This is how we protect our children. This is how our system perpetuates the vicious circle, and keeps predators in our midst. Knowing this isn’t it not time we change a system that is giving undue protection to criminals?
Isn’t it time to debunk the myth of shame surrounding sexual assaults? Time to tell the victims that they are victims and that shame should surround not them but their assailant? Time for an entire culture change that shifts the responsibility for rape to where it belongs: the perpetrator.
Changes will come when we will give those cases their due attention by enforcing the police force,offering fast track judgments for rape cases, investing  more in the protection and education of children. Increase the financing of NGOs and accompany field workers in their tasks.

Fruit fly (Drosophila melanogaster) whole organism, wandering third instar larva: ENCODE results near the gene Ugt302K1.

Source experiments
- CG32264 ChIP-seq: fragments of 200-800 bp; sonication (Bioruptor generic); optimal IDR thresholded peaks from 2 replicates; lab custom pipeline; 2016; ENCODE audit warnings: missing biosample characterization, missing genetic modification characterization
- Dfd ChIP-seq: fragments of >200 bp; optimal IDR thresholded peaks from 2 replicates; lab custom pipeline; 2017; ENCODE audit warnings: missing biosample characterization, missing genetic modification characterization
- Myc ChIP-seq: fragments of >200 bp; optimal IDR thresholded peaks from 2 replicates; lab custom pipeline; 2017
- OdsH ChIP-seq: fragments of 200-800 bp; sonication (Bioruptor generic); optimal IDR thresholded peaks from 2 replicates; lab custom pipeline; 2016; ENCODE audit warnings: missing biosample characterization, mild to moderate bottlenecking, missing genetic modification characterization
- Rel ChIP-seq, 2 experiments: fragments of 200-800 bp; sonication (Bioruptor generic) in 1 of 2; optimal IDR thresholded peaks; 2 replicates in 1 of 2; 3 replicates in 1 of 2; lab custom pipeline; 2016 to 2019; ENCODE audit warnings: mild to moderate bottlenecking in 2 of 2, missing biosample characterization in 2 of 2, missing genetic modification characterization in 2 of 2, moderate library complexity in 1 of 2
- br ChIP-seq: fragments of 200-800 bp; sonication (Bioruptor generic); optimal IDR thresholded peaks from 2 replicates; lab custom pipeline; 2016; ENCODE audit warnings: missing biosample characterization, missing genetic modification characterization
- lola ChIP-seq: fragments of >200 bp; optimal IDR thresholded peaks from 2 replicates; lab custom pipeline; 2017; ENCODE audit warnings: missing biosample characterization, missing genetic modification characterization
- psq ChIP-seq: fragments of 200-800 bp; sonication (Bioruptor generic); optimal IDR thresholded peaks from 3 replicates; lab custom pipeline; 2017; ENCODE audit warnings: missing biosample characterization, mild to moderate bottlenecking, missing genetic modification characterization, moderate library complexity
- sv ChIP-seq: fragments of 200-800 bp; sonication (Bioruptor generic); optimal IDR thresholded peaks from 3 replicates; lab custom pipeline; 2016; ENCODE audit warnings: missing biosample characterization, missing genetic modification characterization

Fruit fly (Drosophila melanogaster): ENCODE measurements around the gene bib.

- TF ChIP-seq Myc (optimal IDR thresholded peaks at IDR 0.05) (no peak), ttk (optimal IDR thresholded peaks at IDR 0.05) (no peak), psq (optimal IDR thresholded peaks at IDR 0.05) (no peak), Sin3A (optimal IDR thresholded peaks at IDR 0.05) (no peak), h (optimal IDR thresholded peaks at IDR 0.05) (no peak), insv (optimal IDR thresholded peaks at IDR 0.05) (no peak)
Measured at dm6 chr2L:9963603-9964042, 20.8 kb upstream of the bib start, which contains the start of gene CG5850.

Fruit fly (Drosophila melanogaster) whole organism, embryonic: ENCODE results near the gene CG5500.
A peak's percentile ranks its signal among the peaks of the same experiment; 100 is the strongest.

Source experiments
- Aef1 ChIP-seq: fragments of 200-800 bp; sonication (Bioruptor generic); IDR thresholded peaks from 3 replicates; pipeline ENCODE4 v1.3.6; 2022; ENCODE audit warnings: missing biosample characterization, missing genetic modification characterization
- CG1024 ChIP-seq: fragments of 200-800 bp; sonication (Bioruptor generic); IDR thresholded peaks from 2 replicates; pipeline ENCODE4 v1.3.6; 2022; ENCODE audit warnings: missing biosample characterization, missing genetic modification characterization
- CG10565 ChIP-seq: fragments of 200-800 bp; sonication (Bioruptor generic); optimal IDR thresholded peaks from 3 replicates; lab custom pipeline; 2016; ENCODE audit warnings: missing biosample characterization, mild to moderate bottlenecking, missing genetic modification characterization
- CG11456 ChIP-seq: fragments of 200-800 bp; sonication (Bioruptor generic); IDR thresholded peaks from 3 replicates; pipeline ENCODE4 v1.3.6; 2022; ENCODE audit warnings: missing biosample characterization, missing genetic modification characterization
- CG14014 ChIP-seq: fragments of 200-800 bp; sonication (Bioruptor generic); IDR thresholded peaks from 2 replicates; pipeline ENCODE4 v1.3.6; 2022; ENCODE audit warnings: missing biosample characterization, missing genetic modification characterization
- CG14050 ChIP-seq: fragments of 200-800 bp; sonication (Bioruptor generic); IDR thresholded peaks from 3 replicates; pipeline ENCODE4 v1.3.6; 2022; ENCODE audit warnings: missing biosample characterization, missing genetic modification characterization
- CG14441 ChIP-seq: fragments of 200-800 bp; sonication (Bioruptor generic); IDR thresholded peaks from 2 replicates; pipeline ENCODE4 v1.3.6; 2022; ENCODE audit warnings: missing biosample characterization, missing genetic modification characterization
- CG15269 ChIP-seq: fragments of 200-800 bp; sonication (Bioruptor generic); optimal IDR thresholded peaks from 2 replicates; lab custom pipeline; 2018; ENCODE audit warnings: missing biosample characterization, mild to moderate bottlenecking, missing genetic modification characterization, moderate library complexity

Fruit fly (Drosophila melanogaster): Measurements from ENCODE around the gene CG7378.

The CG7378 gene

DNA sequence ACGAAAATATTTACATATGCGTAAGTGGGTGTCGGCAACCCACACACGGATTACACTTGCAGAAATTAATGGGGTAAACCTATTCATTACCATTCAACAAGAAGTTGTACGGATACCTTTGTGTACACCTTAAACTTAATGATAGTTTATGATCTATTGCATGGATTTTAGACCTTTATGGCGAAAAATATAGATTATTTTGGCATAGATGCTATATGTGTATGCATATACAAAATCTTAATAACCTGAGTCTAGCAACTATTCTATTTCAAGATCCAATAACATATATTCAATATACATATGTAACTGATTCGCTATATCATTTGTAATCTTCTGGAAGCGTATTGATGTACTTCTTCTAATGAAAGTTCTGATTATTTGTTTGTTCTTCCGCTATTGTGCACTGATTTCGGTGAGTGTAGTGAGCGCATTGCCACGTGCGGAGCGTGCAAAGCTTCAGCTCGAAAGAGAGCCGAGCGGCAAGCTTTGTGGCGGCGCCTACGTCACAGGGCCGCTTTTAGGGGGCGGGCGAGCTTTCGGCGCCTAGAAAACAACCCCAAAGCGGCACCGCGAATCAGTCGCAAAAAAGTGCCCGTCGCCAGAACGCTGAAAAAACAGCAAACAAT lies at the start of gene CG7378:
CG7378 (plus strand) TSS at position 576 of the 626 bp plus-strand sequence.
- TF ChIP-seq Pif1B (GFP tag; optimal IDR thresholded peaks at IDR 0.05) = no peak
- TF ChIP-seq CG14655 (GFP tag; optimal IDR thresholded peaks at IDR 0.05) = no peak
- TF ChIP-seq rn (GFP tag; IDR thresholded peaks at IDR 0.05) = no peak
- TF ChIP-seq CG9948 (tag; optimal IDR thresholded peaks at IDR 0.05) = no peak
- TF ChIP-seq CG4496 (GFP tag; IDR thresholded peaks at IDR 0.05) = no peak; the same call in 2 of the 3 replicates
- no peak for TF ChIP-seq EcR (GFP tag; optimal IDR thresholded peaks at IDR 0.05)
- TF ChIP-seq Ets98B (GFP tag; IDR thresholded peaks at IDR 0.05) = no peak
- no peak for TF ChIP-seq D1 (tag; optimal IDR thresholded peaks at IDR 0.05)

I am eagerly waiting for the bill your minister is due to present shortly. I plead to you Honourable Minister; work to change the laws that keep monsters in our midst.
Time is ripe to lay the foundation stone and take measures that will change our society and protect our children. For all the Nadine, the Anita Jolita, the Helena and all those who still today remain silent. For all those who are suffering a silent death while carrying the burden of shame for fear of being judged or because they feel nobody will listen, or will be courageous enough to stand by them.
You have most probably came across this quote from Warren Buffet; “Someone is sitting in the shade today because someone planted a tree a long time ago." - Let us be the generation that would plant the tree, so that ten years down the line, Mauritius will not have to mourn another Helena.
Hope will come from the small gestures. Changes will come from empathy and from realizing that, silence, is not the best tool to fight the worst of crimes.